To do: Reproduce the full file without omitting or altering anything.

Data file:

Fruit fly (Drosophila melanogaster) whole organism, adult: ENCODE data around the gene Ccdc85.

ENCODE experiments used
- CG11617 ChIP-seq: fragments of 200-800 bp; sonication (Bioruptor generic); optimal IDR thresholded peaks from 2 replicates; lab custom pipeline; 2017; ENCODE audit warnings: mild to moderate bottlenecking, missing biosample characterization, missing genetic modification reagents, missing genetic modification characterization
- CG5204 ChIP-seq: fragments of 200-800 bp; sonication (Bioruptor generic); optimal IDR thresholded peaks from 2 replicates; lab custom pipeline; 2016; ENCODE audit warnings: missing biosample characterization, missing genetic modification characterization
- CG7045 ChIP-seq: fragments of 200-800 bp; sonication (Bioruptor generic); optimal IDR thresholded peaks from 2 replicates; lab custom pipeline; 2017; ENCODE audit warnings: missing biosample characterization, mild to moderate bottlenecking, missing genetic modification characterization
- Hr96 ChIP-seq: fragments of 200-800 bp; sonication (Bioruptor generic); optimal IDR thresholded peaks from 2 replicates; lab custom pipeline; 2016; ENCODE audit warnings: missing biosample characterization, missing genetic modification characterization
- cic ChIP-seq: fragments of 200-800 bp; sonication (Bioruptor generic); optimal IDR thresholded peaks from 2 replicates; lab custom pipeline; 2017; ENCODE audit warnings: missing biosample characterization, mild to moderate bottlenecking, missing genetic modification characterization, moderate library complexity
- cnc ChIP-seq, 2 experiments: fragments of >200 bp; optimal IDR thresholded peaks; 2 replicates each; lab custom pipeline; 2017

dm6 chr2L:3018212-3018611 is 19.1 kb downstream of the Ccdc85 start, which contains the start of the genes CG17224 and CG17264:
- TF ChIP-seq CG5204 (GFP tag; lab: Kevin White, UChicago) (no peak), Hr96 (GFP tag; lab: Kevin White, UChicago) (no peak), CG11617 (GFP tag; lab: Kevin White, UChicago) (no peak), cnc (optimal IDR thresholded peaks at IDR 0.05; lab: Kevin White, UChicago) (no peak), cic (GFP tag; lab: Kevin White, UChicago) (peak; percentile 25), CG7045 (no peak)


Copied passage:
Fruit fly (Drosophila melanogaster) whole organism, adult: ENCODE data around the gene Ccdc85.

ENCODE experiments used
- CG11617 ChIP-seq: fragments of 200-800 bp; sonication (Bioruptor generic); optimal IDR thresholded peaks from 2 replicates; lab custom pipeline; 2017; ENCODE audit warnings: mild to moderate bottlenecking, missing biosample characterization, missing genetic modification reagents, missing genetic modification characterization
- CG5204 ChIP-seq: fragments of 200-800 bp; sonication (Bioruptor generic); optimal IDR thresholded peaks from 2 replicates; lab custom pipeline; 2016; ENCODE audit warnings: missing biosample characterization, missing genetic modification characterization
- CG7045 ChIP-seq: fragments of 200-800 bp; sonication (Bioruptor generic); optimal IDR thresholded peaks from 2 replicates; lab custom pipeline; 2017; ENCODE audit warnings: missing biosample characterization, mild to moderate bottlenecking, missing genetic modification characterization
- Hr96 ChIP-seq: fragments of 200-800 bp; sonication (Bioruptor generic); optimal IDR thresholded peaks from 2 replicates; lab custom pipeline; 2016; ENCODE audit warnings: missing biosample characterization, missing genetic modification characterization
- cic ChIP-seq: fragments of 200-800 bp; sonication (Bioruptor generic); optimal IDR thresholded peaks from 2 replicates; lab custom pipeline; 2017; ENCODE audit warnings: missing biosample characterization, mild to moderate bottlenecking, missing genetic modification characterization, moderate library complexity
- cnc ChIP-seq, 2 experiments: fragments of >200 bp; optimal IDR thresholded peaks; 2 replicates each; lab custom pipeline; 2017

dm6 chr2L:3018212-3018611 is 19.1 kb downstream of the Ccdc85 start, which contains the start of the genes CG17224 and CG17264:
- TF ChIP-seq CG5204 (GFP tag; lab: Kevin White, UChicago) (no peak), Hr96 (GFP tag; lab: Kevin White, UChicago) (no peak), CG11617 (GFP tag; lab: Kevin White, UChicago) (no peak), cnc (optimal IDR thresholded peaks at IDR 0.05; lab: Kevin White, UChicago) (no peak), cic (GFP tag; lab: Kevin White, UChicago) (peak; percentile 25), CG7045 (no peak)